Jewish terrorist kills four on bus in Arab town
Mob kills shooter, a newly religious Kach activist who deserted IDF to protest pullout.
A Jewish Israeli man in an Israel Defense Forces uniform opened fire on passengers on a bus in a Druze neighborhood of the Israeli Arab town of Shfaram on Thursday afternoon, killing four people and wounding 12. The terrorist was killed by a mob that boarded the bus after the shooting.
The victims of the attack were identified as bus driver Michel Bahus, 56; passenger Nader Hayak, 55 and Hazar Turki, 23 and her 21-year-old sister Dina.
The attacker - Eden Natan-Zada, 19 - was a newly religious man, an IDF deserter from Rishon Letzion who recently moved to the West Bank settlement of Tapuah. He was an activist in the outlawed extreme-right Kach movement and went AWOL a month ago to protest the disengagement plan.
Natan-Zada's mother said Thursday night that the family had begged the IDF to take his gun away. (Click here for more)
The police sent hundreds of reinforcements to the north of Israel, fearing possible riots in Arab towns, similar to those in October 2000, in which 13 Arab citizens were killed.
Some of the officers were flown in from the Jerusalem and West Bank districts via IDF helicopters to reach the region as quickly as possible. The police force also began mobilizing patrol vehicles, water cannons, helicopters and mounted police to disperse any violent demonstrations.
In addition, the IDF raised the alert level in parts of the West Bank, as did jails holding Jewish and Arab prisoners in the same complex.
The Israeli Arab Follow-Up Committee announced a general strike to take place Friday and called for a protest rally in Nazareth.
Prime Minister Ariel Sharon and Palestinian Authority Chairman Mahmoud Abbas condemned the attack, with Sharon calling it "a sinful act by a bloodthirsty terrorist."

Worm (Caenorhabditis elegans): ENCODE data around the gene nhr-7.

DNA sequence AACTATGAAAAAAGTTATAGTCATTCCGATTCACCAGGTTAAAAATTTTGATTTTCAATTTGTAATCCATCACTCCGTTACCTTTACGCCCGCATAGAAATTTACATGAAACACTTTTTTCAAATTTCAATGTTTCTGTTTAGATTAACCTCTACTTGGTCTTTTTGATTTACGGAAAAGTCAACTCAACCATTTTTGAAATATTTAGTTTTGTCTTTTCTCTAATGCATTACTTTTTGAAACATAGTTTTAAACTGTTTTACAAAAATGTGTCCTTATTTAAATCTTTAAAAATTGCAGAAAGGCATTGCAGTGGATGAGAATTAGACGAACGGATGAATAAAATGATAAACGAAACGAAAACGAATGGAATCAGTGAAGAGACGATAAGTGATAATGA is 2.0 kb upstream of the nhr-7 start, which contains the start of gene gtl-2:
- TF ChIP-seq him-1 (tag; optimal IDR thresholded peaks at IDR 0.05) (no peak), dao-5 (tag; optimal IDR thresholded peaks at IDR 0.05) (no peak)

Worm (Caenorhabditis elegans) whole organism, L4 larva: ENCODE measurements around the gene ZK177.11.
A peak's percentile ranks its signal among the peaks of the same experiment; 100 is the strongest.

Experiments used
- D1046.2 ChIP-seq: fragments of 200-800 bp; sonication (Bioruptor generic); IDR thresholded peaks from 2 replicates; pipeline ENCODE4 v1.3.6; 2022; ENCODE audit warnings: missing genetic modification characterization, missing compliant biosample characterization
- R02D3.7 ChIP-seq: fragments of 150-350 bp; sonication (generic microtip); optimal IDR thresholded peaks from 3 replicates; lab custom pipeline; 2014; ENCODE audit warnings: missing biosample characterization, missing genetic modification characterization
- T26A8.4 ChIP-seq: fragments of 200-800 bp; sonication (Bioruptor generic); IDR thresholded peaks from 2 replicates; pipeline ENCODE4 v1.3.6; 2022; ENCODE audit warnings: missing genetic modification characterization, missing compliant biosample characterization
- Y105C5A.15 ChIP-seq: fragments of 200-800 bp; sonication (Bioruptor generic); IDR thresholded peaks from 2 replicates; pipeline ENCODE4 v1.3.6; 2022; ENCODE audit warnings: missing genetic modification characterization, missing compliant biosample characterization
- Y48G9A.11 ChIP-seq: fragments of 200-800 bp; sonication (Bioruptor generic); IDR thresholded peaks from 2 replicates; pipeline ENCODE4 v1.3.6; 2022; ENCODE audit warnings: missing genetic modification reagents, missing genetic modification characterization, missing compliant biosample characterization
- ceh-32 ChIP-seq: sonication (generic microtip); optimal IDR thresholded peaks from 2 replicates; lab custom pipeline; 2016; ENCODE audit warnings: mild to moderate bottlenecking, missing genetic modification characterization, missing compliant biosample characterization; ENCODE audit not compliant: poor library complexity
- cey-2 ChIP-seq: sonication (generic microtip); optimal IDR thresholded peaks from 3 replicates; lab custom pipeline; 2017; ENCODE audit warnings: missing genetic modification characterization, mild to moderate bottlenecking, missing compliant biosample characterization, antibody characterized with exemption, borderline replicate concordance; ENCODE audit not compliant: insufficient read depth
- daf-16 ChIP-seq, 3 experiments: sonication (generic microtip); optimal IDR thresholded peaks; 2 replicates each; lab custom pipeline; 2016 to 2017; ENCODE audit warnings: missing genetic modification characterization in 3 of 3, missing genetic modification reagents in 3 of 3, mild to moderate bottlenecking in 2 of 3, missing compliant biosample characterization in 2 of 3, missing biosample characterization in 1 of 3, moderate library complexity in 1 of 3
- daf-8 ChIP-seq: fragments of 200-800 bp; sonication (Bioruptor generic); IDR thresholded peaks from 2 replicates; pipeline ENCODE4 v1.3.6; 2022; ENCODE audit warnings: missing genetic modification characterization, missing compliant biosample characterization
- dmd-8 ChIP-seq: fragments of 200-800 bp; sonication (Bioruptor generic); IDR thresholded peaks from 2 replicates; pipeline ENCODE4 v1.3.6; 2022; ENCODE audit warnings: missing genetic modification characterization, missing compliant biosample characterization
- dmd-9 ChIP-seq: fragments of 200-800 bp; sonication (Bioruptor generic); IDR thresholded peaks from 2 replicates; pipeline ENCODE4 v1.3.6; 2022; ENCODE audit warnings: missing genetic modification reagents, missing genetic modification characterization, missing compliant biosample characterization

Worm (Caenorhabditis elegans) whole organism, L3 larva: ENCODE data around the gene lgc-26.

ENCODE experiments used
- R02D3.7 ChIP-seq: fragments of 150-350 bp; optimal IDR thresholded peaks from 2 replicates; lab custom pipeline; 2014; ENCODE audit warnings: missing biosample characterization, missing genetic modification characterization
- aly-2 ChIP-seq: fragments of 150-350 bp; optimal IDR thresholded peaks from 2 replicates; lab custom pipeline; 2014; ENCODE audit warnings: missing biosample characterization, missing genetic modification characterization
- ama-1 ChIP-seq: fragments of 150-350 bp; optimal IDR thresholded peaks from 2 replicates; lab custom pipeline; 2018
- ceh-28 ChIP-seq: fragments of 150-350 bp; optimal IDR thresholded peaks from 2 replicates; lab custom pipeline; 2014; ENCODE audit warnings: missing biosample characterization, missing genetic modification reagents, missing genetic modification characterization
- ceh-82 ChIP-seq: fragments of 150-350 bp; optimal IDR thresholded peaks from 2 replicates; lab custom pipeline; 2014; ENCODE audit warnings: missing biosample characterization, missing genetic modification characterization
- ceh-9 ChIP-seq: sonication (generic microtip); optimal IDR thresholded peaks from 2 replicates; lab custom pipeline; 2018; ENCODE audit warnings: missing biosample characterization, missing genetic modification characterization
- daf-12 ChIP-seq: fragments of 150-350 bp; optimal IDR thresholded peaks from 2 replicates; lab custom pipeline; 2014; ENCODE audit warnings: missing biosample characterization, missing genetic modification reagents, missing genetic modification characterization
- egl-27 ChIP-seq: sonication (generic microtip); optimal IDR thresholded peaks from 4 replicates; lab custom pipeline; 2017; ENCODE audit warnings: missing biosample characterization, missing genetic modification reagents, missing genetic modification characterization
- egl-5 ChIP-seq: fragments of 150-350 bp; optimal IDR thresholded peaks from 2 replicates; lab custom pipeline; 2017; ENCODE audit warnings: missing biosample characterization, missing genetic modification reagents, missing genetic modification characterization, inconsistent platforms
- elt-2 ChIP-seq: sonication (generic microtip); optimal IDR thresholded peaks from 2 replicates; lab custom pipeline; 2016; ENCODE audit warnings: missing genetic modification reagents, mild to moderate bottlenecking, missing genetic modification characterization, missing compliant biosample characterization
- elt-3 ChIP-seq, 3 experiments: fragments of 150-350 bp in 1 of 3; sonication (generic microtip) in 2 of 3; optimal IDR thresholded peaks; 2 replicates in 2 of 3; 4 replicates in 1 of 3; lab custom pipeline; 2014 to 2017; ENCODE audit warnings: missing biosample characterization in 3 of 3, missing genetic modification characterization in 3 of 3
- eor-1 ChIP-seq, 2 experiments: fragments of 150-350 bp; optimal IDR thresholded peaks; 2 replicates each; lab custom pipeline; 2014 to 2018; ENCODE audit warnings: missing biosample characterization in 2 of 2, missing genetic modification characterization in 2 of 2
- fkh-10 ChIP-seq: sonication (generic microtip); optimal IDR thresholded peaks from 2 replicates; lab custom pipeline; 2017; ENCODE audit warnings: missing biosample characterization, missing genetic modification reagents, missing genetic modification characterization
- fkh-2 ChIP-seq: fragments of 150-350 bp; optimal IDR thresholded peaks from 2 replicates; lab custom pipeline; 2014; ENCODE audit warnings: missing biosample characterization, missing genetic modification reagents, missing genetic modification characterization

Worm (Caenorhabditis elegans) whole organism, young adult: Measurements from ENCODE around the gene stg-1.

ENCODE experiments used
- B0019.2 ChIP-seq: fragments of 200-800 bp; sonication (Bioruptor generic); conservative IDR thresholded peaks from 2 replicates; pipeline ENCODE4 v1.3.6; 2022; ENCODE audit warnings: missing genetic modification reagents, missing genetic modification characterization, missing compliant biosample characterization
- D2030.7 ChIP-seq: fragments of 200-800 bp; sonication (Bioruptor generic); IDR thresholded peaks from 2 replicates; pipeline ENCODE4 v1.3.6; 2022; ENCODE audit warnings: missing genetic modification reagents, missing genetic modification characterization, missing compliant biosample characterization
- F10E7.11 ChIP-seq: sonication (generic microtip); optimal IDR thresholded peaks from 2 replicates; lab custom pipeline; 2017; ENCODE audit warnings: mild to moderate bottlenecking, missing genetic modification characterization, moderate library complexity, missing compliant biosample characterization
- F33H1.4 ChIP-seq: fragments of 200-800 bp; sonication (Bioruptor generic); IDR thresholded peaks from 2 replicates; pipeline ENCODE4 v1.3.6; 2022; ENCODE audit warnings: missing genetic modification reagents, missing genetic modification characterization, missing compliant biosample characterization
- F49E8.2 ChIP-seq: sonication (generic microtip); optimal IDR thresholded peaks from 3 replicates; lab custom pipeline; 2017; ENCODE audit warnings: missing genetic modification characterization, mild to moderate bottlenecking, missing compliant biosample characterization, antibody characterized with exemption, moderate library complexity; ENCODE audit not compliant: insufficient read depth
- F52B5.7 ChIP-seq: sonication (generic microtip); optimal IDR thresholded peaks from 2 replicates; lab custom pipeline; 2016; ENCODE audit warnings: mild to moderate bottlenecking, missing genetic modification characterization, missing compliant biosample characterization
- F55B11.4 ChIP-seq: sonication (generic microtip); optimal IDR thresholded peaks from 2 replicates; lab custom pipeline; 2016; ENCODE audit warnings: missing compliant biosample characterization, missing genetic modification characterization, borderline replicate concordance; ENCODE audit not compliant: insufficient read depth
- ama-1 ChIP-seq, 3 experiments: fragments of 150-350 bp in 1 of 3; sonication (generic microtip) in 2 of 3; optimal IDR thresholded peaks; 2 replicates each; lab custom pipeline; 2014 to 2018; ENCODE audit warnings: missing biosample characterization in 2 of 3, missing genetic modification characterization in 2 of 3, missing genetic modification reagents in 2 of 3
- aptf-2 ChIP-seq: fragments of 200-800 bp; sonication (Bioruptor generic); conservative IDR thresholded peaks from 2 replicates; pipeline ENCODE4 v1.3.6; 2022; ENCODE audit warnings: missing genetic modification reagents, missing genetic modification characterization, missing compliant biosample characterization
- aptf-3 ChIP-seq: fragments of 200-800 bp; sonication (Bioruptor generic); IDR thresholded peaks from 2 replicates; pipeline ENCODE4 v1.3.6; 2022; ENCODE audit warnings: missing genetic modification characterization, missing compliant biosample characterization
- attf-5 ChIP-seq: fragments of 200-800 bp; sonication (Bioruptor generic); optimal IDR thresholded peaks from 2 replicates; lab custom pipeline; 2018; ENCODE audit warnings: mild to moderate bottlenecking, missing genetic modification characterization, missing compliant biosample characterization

Magen David Adom ambulances evacuated the wounded to Rambam Medical Center in Haifa.
Avtihaj Salameh, a passenger on Egged bus 165 at the time of the shooting, said that when the bus, which set out from Haifa, entered Shfaram, the driver asked passengers to request that the man dressed in an army uniform come up to him. The driver asked the man if he hadn't made a mistake, and whether he really intended to reach Shfaram.
According to Salameh, the gunman stood by the driver for a few minutes. When the bus entered the Druze neighborhood, Salameh rang the bell signaling that she wanted to get off at the next stop, and stood by the rear door of the bus. She said that at that moment, the gunman, who was standing by the driver, opened fire inside the bus.
The shooting continued for more than five minutes, until youths, among them a security guard, arrived and subdued the gunman.
Shortly after the shooting, a mob boarded the bus and attacked Tzubeiri, killing him.
A resident of the neighborhood in which the shooting took place said there were 10-15 passengers on the bus at the time of the shooting. The witness said that when the shooting began, a mob approached the bus, but wasn't able to board it. The minute the gunman ran out of bullets and tried to switch magazines, the mob tackled him.
The mob kicked the gunman and hurled objects at him. Police officers surrounded the bus in an attempt to protect the gunman from the mob, but moved away when they thought the Lower Galilee residents were going to set the bus on fire. Five police officers were wounded by the mob.
Police Commissioner Moshe Karadi said police forces had been diverted to the south to deal with anti-pullout protestors, leaving the north of the country short-handed. "We have sent forces from the center, and those from the south who were supposed to be going home have now been diverted to the north," he said.
The settlement of Tapuah, where Natan-Zada lived, is one of the most extreme settlements, dominated by followers of U.S.-born Rabbi Meir Kahane, who believed in expelling Arabs from Israel and the West Bank. Kahane was assassinated in New York in 1990.
There have been several incidents of Jewish extremists attacking Arabs over the years, but rarely inside Israel. In 1990, an Israeli opened fire at a bus stop where Palestinians gathered for job placements, killing seven.
In 1994, Baruch Goldstein, an American-born settler, entered the Tomb of the Patriarchs in the West Bank city of Hebron and opened fire on Muslim worshippers, killing 29 - the bloodiest attack by a Jewish extremist against Palestinians.
The October 2000 riots erupted in the north of the country as the intifada was breaking out in the West Bank and Gaza Strip. A commission of inquiry into the rioting was highly critical of the police and pointed to deep-seated feelings of discrimination among Israeli Arabs.